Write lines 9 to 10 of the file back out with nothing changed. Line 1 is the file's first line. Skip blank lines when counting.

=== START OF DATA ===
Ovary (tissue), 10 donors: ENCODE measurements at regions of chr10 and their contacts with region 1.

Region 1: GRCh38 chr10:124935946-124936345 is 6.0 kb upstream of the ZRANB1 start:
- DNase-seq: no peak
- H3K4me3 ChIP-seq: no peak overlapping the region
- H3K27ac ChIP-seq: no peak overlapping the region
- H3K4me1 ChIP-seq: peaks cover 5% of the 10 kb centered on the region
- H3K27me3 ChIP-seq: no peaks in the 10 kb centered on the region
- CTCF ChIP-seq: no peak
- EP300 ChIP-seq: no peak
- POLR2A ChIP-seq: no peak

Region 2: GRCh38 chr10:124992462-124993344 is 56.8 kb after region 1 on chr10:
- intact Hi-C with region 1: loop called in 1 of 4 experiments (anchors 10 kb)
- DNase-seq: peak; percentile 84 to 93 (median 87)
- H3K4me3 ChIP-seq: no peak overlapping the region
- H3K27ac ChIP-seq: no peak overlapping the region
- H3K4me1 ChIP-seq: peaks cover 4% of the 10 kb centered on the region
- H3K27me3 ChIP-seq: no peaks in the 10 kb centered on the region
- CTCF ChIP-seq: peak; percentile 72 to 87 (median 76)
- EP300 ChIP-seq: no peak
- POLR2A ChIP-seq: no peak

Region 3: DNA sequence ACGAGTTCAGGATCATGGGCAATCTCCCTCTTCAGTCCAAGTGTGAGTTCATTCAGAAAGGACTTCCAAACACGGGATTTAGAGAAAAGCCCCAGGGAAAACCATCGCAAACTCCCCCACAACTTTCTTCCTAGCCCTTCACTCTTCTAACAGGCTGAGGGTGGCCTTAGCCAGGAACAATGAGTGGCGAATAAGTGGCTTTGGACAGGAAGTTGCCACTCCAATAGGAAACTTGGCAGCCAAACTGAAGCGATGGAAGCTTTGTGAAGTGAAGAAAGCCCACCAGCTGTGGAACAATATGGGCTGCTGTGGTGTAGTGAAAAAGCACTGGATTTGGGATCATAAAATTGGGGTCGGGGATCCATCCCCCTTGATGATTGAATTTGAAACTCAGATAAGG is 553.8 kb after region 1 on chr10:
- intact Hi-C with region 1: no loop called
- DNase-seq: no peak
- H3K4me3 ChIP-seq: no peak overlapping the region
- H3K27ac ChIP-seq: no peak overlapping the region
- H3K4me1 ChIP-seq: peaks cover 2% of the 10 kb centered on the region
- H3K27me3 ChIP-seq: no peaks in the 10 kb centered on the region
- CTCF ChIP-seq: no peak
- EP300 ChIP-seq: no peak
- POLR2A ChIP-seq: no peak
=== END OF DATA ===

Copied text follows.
- EP300 ChIP-seq: no peak
- POLR2A ChIP-seq: no peak